Judith Wright-The Hunting Snake-Notes

Judith Wright – ‘Hunting Snake’

Judith Wright was born in Australia in 1915, and lived in that country until her death in 2000; she was intensely fond of the countryside and all that it meant to those who lived there, especially the Aboriginal people, and much of her writing also celebrates natural creatures. She once said of her own life and poetry that “the two threads of my life, the love of the land itself and the deep unease over the fate of its original people, were beginning to twine together, and the rest of my life would be influenced by that connection” (http://oldpoetry.com/authors/Judith%20Wright).

Although ‘Hunting Snake’ is clearly about a snake that the poem’s speaker once saw, and about the fear and awe that it created in her, it may also perhaps be read as hinting at other aspects of ancient Australian life. The last two lines of the poem may perhaps be suggesting something of the contrast between an ancient way of life, the new ways that the poet feels and lives in, and the fact that while the two may sometimes meet they cannot co-exist in reality.

Some points for classroom discussion:

The poem is a very tightly controlled one, with traditional four-line stanzas, a simple rhythm and rhyme pattern; how, then, does Wright create her sense of shock, fear, admiration (look at lines 3, 8, 9-10 and 13, for example) and finally her relief when the snake passes by and the danger is over? Which words and which images are the most striking? Why do they have this effect?

Suggested comparison

In ‘Pike’ Ted Hughes writes of the mixture of awe and sheer fear that he had as a child when thinking about these fishes.

Some useful biographical material can be found on these websites:

http://www.carcanet.co.uk http://www.oldpoetry.com


6 thoughts on “Judith Wright-The Hunting Snake-Notes

  1. we have this poem in our literature lessons and we have some points being discussed and i couldnt find OUR points anywhere. according to our analysis, black snake represents the aboriginal people in Australia and the person who sees this black snake is an english person who has come australia in order to engross here. these english people fear the aborigins (the black snake) at the same time they appreciate it but still they treat it as a wild animal the way all of the white people on earth treat the black people: we show an unnecessary amount of admire. do you think is that analysis is correct or totally irrelevent?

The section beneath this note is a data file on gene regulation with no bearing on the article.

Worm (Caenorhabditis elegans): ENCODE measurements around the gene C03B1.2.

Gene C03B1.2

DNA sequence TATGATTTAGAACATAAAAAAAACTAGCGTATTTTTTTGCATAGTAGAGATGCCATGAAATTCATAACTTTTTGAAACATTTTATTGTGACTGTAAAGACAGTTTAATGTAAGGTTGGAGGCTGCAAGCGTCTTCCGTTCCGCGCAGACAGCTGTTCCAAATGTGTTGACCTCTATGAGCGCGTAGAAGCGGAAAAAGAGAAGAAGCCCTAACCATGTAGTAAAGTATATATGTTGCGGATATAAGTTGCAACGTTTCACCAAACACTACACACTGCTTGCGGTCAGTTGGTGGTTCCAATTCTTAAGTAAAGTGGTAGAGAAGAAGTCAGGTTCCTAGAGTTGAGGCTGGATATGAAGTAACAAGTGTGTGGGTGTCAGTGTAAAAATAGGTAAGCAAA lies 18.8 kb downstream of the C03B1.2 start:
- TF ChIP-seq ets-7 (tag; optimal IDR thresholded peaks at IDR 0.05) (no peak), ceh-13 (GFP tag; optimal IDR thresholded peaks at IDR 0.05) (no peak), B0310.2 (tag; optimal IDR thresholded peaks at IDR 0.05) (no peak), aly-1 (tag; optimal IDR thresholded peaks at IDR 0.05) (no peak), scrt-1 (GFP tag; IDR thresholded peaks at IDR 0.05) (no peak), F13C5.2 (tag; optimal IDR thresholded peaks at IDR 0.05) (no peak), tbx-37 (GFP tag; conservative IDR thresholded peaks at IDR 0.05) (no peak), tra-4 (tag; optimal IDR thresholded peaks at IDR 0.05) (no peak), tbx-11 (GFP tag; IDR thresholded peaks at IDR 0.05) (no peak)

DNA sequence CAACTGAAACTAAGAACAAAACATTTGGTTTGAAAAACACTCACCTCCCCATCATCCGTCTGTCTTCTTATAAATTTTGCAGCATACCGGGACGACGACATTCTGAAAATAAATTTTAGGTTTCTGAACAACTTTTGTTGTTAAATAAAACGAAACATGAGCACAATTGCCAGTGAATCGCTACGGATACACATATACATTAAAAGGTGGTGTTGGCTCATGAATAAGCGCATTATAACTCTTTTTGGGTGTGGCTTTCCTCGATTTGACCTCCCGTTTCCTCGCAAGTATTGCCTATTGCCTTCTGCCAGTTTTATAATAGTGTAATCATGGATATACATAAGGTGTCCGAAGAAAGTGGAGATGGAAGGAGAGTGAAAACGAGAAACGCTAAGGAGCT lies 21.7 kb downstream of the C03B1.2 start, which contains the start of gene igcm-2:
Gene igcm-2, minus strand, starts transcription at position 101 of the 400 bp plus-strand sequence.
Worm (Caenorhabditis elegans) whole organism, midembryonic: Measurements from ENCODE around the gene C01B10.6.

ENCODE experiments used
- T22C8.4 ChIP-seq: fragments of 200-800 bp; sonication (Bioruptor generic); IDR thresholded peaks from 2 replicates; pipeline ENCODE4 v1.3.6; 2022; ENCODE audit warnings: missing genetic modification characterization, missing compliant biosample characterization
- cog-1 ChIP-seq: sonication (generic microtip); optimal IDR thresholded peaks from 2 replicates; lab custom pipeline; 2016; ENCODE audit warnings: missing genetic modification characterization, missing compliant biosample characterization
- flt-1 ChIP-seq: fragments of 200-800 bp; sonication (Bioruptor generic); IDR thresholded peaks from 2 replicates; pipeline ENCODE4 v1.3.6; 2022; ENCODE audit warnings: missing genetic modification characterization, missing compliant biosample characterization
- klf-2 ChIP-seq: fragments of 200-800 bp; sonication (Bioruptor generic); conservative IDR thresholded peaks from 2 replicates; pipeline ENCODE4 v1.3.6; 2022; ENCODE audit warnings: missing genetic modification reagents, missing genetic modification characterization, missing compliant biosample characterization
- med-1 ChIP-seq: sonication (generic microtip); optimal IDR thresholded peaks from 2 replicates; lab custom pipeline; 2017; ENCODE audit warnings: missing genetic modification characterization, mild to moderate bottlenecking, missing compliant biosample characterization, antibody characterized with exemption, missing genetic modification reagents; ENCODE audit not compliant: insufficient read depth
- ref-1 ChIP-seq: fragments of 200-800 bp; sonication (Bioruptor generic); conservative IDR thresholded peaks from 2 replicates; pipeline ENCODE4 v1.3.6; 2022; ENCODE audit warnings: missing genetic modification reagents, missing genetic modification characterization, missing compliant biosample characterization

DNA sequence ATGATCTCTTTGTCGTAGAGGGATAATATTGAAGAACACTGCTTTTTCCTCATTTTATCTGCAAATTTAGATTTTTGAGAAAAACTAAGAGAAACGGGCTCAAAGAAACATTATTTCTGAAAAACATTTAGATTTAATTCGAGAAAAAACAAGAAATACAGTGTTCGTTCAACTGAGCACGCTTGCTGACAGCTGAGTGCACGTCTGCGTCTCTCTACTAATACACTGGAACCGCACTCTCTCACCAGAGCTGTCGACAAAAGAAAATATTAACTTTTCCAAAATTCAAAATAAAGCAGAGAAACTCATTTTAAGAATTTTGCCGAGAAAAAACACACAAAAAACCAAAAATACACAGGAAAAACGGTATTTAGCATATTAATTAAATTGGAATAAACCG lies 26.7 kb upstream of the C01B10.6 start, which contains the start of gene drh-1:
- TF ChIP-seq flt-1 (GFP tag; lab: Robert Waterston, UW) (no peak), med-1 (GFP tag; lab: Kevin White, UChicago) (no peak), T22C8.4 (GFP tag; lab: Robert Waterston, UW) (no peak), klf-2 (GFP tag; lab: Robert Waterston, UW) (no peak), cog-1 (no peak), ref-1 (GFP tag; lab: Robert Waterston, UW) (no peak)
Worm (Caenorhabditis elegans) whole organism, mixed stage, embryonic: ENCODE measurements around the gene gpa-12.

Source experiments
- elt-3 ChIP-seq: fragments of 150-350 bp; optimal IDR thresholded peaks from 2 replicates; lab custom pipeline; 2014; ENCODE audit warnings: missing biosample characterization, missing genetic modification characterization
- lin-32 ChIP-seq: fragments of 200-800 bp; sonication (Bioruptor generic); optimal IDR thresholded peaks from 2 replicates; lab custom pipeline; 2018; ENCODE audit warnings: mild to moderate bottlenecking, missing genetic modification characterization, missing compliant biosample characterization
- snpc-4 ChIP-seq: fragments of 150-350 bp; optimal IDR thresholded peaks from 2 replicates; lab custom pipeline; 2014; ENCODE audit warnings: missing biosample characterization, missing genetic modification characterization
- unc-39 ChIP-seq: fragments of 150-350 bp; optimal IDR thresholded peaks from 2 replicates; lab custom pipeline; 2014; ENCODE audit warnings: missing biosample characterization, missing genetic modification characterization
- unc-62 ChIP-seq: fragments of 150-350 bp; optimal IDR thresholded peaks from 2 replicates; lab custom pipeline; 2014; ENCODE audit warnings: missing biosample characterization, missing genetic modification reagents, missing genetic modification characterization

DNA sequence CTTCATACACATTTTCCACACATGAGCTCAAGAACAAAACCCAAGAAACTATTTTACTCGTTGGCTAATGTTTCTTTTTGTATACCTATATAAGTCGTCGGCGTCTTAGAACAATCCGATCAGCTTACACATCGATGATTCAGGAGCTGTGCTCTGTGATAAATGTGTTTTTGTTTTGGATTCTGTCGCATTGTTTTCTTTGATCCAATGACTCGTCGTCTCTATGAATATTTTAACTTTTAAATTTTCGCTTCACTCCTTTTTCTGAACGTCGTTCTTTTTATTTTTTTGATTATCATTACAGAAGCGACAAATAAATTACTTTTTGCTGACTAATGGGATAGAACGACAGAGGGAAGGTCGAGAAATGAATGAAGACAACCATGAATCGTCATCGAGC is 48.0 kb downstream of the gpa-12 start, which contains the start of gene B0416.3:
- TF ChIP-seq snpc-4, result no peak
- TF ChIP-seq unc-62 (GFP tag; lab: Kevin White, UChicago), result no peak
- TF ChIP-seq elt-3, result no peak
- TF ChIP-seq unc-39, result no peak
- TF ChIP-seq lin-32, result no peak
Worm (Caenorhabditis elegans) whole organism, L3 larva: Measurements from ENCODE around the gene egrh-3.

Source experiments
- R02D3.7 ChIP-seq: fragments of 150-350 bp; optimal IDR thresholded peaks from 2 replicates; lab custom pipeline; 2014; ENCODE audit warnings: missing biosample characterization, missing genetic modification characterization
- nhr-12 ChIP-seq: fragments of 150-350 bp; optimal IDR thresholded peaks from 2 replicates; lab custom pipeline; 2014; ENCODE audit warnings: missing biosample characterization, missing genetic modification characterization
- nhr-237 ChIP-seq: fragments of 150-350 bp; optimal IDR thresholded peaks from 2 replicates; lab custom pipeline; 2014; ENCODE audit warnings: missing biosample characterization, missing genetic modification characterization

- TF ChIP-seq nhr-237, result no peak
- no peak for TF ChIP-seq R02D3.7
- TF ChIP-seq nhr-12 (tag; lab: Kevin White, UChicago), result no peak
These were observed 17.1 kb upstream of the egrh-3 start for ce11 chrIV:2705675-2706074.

1. Hi there! I think your analysis is great, and it really works. My students notes are from an esl class and we were really just getting a handle on the language and the effects. I am Australian working in an international school and sometimes forget these things…but maybe the the images I made for the post hinted at this? I would still be very careful about saying this is what a poem is about….we can never know really the author’S intention, but can suggest that there are possible references made to ….whatever. The real point about the poem is fear, and how the poet has achieved this through Lang and literary devices…

Leave a Reply

Fill in your details below or click an icon to log in:

WordPress.com Logo

You are commenting using your WordPress.com account. Log Out /  Change )

Google+ photo

You are commenting using your Google+ account. Log Out /  Change )

Twitter picture

You are commenting using your Twitter account. Log Out /  Change )

Facebook photo

You are commenting using your Facebook account. Log Out /  Change )


Connecting to %s